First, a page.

For seniors living on a fixed income, the opportunity to access an additional income source may sound like a dream come true. A reverse mortgage offers just that; however, it is crucial that you understand how a reverse mortgage works and how taking one out might affect your estate plan before you decide to sign on the dotted line. Toward that end, we will explain the basics of a reverse mortgage.
What Is a Reverse Mortgage?
For seniors who have equity in a home, a reverse mortgage allows them to access some of that equity through a loan that uses the home as collateral. Traditionally, a reverse mortgage was used by retirees with limited incomes to cover basic monthly living expenses and/or pay for costly health care by accessing the wealth they built up in their home. Today, however, there are no restrictions on how the proceeds of a reverse mortgage can be used. As the name implies, when you take out a reverse mortgage, the bank pays you instead of you paying the bank for the term of the mortgage. You can receive the proceeds from a reverse mortgage in several different ways, including:
- Lump sum – a lump sum of cash at closing.
- Tenure – equal monthly payments as long as the homeowner lives in the home.
- Term – equal monthly payments for a fixed period of time.
- Line of Credit – draw any amount at any time until the line of credit is exhausted.
How Does a Reverse Mortgage Work?
To better understand how a reverse mortgage works in the real world, let’s imagine that you and your spouse have lived in your home for decades and the home is paid off. The current market value of your home is $600,000. While you are getting by on your retirement income, your monthly budget is tight so you decide to take out a reverse mortgage for $200,000. You could choose to take the entire $200,000 as a lump sum at the closing or you might prefer to receive monthly payments. Keep in mind that once you take out the reverse mortgage, the equity in your home decreases by $200,000 to $400,000. In addition, that $400,000 mortgage loan must eventually be repaid.
What Are the Eligibility Requirements For a Reverse Mortgage?
To be eligible for a Home Equity Conversion Mortgage (HECM), which is a reverse mortgage that is insured by the Federal Housing Administration (FHA), the youngest borrower on title must be at least age 62. If the home is not owned free and clear, then any existing mortgage must be paid off using the proceeds from the reverse mortgage loan at the closing. Beyond those two important criteria, there are additional financial eligibility criteria established by HUD that you must meet. The actual amount you will be eligible to receive in a reverse mortgage will depend on several factors, including the age of the youngest borrower, current interest rate, appraised value of the home, and government-imposed lending limits.
How Is a Reverse Mortgage Repaid?
As a general rule, a reverse mortgage does not become due until the death of the borrower or until the borrower is no longer living in the home as his/her primary residence. Of course, you must abide by the terms of the loan by paying the required property taxes, keeping homeowners insurance current and maintaining the home according to Federal Housing Administration requirements.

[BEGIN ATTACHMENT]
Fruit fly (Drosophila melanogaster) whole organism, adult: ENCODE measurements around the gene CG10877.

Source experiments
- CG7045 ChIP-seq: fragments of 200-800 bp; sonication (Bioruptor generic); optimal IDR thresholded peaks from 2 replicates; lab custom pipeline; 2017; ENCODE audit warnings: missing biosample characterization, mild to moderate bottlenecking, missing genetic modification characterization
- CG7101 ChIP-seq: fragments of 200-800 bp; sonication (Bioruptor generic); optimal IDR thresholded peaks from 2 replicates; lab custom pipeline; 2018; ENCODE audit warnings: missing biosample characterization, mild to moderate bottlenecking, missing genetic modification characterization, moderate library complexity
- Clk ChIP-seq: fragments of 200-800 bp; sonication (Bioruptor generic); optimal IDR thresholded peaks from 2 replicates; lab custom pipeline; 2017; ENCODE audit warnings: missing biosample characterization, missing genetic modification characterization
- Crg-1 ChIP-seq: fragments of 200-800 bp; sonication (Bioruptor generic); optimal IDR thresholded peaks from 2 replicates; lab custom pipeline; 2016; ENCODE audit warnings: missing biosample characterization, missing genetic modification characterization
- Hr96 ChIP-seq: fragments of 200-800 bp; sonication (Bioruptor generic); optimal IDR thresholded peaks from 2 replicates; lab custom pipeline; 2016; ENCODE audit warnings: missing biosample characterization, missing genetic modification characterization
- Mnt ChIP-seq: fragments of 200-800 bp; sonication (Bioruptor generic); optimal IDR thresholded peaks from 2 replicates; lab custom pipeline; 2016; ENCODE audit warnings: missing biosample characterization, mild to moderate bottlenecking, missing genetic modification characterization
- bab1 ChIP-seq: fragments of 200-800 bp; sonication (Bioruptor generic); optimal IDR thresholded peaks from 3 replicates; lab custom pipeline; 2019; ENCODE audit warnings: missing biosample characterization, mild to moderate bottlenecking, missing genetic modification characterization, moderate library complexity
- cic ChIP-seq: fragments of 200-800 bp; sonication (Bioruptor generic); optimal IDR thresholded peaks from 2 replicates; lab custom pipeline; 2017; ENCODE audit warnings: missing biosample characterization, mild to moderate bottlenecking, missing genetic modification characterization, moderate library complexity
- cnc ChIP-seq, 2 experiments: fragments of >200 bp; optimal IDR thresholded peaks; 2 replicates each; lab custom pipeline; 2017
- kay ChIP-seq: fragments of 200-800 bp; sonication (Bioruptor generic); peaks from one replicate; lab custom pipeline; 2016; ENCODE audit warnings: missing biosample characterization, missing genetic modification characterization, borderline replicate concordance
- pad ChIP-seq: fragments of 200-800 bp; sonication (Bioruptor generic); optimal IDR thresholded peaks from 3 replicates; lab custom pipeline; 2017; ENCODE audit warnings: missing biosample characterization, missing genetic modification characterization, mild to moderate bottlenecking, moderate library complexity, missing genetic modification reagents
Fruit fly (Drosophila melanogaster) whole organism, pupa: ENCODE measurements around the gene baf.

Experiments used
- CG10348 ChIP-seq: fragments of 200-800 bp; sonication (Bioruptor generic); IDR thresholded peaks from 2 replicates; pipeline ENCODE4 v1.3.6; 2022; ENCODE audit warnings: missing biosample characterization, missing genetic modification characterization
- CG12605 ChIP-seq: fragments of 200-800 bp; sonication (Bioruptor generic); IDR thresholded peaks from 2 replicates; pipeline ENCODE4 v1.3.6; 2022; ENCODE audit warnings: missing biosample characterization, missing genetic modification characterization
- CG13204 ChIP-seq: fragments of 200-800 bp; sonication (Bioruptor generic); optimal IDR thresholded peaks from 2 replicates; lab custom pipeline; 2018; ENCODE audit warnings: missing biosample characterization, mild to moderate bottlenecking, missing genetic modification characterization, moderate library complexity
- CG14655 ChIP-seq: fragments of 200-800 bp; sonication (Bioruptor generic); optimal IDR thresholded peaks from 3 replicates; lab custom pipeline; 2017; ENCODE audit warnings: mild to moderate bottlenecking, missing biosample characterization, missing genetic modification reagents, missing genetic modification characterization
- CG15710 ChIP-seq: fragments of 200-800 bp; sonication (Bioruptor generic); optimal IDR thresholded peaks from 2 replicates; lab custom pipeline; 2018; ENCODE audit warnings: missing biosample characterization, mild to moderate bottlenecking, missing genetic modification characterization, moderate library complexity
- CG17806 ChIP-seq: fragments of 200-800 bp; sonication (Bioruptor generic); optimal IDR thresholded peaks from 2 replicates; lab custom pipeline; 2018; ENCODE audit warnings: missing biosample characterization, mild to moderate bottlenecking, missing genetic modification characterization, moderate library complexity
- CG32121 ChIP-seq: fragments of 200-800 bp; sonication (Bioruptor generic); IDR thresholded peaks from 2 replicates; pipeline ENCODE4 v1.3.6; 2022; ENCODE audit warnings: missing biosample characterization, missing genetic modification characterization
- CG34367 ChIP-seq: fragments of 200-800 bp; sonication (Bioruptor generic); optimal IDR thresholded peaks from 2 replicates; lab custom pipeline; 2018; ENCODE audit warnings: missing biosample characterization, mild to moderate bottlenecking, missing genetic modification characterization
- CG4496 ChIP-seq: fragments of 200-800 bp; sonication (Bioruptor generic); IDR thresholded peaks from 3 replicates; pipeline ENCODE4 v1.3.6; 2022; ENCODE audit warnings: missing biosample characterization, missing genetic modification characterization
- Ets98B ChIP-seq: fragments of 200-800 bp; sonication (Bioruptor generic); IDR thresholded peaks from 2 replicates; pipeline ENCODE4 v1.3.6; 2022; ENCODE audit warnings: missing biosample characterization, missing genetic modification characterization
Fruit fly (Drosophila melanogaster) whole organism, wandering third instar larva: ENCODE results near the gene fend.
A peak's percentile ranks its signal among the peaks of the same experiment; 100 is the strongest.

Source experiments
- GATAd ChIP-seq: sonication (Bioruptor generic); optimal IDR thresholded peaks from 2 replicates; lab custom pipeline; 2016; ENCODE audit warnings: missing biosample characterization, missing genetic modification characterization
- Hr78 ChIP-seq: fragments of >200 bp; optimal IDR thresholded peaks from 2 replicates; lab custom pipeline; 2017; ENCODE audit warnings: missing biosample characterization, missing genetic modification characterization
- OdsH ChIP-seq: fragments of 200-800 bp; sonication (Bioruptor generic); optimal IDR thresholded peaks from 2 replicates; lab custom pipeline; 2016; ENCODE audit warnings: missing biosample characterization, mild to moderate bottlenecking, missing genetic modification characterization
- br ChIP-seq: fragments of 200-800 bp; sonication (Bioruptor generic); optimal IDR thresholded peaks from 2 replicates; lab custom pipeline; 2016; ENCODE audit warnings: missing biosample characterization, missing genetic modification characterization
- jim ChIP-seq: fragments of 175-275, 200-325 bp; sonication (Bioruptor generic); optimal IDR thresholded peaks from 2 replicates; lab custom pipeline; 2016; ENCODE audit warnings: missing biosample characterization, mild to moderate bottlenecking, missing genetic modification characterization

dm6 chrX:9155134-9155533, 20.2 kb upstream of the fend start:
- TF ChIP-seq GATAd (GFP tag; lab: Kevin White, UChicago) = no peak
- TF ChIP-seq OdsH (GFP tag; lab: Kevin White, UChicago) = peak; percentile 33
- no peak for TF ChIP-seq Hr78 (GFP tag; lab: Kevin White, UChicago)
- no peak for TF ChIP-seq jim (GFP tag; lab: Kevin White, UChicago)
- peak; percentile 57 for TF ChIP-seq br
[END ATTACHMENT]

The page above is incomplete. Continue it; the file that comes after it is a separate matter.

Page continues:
A Reverse Mortgage Sounds Like a Home Equity Loan – What’s the Difference?
A reverse mortgage may sound very similar to a home equity loan because both are based on the existing equity in your home; however, there is an important difference. With a Home Equity Line of Credit (HELOC) you must make monthly payments toward repaying the loan whereas with a reverse mortgage you do not. In addition, with a reverse mortgage, any existing mortgage or mandatory obligations must be paid off using the proceeds from the reverse mortgage loan which is not typically a requirement for a home equity loan
A Reverse Mortgage May Impact Your Estate Plan
Make sure you consider all the implications of taking out a reverse mortgage because doing so often impacts an existing estate plan. For example, if you planned to gift your home to your children in your estate plan, that gift will be worth considerably less after you take out a reverse mortgage.
In addition, at the time of your death, the loan will likely become due. Consequently, your estate must either repay the reverse mortgage or put the home up for sale to pay for the mortgage. If the home is sold, and the equity in the home is higher than the balance of the loan, the remaining equity will become part of your estate and be distributed according to the terms of your estate plan. If, however, the sale of the home is not enough to pay off the reverse mortgage because the value of your home has depreciated, for example, the lender (not the borrower) must take a loss and request reimbursement from the FHA. No other assets are affected by a reverse mortgage. This is a crucial – and extremely advantageous – aspect of reverse mortgages. Even if the sale of your home fails to cover the amount owed on the reverse mortgage, other assets are not at risk of being sold to repay the loan. Consequently, other gifts made in your estate plan remain safe.
Please download our FREE estate planning checklist. If you have additional questions or concerns about how a reverse mortgage might fit into your retirement plans, or you have any other elder law questions, contact us at the Northern California Center for Estate Planning & Elder Law to find out today by calling (916)-437-3500 or by filling out our online contact form.
- Estate Planning and Charitable Giving — Key Points - March 29, 2020
- Over-Funding Your Retirement Plan: A Potential Estate Planning Problem - March 27, 2020
- Best Places to Retire: State Taxation - March 25, 2020